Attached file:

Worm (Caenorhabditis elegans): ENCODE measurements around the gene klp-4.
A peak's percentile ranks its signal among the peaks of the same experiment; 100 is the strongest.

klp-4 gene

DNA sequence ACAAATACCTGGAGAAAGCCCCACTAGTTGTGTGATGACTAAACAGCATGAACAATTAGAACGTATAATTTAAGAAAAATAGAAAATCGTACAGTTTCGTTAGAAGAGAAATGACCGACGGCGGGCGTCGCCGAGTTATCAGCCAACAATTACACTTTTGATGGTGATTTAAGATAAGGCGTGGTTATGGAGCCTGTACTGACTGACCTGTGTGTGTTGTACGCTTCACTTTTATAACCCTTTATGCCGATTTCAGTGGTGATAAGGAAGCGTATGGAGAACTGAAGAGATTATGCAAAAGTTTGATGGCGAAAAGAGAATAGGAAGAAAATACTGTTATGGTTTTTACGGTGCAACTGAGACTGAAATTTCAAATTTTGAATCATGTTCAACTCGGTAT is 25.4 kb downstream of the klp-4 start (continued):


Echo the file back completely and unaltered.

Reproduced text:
Worm (Caenorhabditis elegans): ENCODE measurements around the gene klp-4.
A peak's percentile ranks its signal among the peaks of the same experiment; 100 is the strongest.

klp-4 gene

DNA sequence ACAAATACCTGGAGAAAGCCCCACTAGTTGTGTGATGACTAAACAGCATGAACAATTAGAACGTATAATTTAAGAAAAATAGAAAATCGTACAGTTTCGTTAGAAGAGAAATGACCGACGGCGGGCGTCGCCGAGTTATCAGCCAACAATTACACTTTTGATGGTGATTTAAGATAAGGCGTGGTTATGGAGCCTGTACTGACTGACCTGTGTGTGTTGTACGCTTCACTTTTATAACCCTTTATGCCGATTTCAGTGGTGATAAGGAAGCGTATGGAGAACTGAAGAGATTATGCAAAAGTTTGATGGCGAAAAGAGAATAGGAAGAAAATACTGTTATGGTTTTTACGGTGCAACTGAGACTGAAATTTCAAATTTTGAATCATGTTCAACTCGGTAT is 25.4 kb downstream of the klp-4 start (continued):